Although ‘coating curiosities’ was practiced by any number of tourists and hangers-on in the park, Ole Anderson is believed to have established the first formal coating operation at Mammoth Hot Springs. An immigrant from Sweden who came to America around 1880, he may have worked his way west laboring on the Northern Pacific Railroad. Ole most likely erected his tents on the flats between Liberty Cap and the future Cottage Hotel site, and began peddling his specimens to the public. Presumably Ole received verbal approval from Superintendent Conger for his enterprise, as no official documents have been located concerning the matter.
Left: Coating racks at Mammoth Hot Springs, ca1876.
WH Jackson photo,
Right: Coating racks at Mammoth Hot Springs, 1870
Montana State Univ, Bozeman No.147665
Anderson’s operation was formalized in 1889 when the Army granted him a written permit to conduct his business. He was allowed to keep and sell various objects coated with minerals from the hot springs, bottles of colored sand from the Grand Canyon, and other unspecified curiosities. Old photographs of Ole’s sale cabinets and coating racks reveal quite a variety of objects that would have been for sale. These included horseshoes (many embellished with lettering, bears, etc.), bottles, candle holders, toy cannons, vases, teapots, coffee cups, picture frames, animal figurines, bookends, and pine cones.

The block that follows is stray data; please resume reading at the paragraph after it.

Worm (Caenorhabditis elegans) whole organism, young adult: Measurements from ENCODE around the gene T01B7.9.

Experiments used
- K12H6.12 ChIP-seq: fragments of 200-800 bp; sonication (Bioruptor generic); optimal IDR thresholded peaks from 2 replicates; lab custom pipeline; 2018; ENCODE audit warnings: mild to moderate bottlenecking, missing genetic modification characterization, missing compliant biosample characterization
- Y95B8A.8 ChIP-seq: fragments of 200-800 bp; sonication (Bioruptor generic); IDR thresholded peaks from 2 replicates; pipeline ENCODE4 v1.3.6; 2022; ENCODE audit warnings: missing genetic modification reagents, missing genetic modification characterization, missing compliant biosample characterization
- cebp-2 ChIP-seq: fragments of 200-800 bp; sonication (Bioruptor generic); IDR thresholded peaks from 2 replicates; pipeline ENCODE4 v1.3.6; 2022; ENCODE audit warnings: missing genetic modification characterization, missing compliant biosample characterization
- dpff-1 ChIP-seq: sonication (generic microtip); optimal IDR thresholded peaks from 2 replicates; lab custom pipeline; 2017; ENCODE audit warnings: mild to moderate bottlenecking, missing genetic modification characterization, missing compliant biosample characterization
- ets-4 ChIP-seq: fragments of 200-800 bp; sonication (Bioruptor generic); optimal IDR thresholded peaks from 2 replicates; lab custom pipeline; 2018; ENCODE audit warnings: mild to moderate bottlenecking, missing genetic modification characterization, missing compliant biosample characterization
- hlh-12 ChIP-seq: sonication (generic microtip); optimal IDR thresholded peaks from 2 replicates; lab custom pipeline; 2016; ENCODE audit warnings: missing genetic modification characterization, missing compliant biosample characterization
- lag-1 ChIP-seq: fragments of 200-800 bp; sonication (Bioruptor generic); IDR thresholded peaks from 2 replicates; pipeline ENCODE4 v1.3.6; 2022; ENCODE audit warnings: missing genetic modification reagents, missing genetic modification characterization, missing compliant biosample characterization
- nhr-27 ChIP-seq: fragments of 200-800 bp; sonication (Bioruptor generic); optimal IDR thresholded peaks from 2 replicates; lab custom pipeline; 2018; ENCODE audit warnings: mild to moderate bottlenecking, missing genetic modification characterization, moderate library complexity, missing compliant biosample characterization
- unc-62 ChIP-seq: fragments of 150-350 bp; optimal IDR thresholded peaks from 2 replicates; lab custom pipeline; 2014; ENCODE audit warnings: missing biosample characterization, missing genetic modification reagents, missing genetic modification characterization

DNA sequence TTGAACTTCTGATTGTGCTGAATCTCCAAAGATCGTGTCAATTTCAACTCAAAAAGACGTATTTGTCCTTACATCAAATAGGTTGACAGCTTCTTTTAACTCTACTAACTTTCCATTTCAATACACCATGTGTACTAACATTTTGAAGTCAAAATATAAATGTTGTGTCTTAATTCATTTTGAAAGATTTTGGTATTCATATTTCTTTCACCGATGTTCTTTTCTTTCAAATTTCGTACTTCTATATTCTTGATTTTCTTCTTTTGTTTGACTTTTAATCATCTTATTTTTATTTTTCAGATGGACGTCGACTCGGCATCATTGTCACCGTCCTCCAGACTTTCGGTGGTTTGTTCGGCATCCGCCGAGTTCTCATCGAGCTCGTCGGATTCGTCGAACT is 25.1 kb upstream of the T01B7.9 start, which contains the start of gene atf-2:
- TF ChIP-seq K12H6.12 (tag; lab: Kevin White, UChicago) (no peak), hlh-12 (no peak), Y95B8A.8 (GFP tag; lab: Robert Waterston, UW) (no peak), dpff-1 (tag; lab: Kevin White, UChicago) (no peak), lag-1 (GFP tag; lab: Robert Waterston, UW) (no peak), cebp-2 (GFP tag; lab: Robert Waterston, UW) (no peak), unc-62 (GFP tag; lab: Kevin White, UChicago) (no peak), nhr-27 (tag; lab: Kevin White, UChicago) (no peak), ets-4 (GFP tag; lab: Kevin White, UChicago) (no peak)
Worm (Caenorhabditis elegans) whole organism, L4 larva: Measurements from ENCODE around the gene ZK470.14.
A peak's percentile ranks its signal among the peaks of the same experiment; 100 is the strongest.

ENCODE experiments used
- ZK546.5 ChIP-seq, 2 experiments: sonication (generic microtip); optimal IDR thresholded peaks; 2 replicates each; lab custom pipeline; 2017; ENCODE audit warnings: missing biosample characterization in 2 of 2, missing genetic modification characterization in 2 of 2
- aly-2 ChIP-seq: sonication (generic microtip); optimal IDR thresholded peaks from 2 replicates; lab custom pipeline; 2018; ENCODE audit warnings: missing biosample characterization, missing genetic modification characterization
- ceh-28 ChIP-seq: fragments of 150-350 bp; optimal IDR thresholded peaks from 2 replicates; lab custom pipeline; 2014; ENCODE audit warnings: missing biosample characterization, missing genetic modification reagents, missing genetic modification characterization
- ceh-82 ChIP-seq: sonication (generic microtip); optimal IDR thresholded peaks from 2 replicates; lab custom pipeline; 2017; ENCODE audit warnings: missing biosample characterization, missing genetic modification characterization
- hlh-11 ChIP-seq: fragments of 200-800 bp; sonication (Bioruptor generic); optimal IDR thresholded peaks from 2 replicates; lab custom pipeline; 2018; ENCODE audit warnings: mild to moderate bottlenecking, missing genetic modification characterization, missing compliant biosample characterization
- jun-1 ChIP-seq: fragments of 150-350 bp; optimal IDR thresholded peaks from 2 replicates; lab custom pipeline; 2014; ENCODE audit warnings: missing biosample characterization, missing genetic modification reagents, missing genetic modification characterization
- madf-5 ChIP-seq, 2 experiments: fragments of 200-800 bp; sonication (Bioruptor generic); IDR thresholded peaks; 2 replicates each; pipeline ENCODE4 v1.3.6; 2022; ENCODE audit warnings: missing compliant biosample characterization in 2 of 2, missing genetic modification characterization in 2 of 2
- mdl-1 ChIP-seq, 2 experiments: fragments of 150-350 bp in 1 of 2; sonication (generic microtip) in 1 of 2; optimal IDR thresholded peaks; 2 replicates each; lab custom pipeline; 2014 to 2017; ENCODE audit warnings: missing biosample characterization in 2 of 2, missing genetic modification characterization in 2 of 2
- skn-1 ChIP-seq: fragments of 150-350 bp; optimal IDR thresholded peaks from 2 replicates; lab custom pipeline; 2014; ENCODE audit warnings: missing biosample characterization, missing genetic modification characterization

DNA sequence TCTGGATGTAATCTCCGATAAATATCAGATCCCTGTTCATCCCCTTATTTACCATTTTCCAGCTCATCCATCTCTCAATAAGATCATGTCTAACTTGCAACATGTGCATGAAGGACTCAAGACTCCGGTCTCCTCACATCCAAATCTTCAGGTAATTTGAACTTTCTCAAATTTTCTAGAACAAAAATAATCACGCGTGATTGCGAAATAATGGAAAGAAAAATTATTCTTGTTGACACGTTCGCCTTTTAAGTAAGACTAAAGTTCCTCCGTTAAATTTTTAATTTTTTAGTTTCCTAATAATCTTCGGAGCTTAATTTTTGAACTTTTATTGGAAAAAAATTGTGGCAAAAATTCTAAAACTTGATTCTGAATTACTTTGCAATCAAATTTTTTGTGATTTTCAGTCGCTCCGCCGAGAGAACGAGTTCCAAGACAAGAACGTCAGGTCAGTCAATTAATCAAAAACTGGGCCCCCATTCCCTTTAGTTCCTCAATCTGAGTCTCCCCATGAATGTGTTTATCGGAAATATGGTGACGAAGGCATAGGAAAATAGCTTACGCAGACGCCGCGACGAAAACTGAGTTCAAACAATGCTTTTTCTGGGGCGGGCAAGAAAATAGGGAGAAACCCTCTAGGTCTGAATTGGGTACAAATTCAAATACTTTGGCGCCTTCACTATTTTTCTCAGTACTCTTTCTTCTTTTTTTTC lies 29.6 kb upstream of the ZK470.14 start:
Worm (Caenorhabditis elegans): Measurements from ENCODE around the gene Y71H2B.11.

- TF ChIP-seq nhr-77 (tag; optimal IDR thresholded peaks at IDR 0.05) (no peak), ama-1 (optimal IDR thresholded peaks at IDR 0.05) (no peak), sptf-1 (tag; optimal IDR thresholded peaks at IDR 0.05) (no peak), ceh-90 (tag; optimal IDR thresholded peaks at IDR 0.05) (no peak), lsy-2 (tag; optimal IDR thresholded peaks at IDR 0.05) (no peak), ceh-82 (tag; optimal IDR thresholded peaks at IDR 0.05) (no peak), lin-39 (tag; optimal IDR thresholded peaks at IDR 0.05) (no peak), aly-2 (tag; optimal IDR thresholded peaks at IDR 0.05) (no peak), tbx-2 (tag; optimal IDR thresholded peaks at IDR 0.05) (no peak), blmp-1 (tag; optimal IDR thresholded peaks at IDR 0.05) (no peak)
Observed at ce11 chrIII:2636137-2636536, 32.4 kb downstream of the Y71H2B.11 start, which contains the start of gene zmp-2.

Ole would also custom coat items for tourists. One traveler reported that, “You can send him your favorite horse’s old shoe and tell him to put your wife's initials across it; this he does with a fine wire and then places the shoe in the mineral springs and the deposits will cause the whole shoe, wire and all, to become a beautiful cream white, making a nice ornament for your house . . . and cost $1 and postage.” This visitor claimed it would make a nice remembrance of, “your favorite horse, your wife, and Yellowstone Park,” in that order.
Beginning in 1891, Ole began making requests to Interior for permission to erect a permanent store and residence to replace his tent facilities. He was, no doubt, becoming weary of dealing with rain, snow, wind, and other adverse conditions while living and working in a tent. Ole’s plea was acted upon in 1895 and he received a ten-year lease to begin April 3, 1896. His new store and residence was completed in 1896, becoming known as the “Specimen House.”
Left Top: Advertisement for Coated Specimens at the Cottage Hotel Museum at Mammoth.
[Yellowstone Guide and Manual, published by GL Henderson, 1885]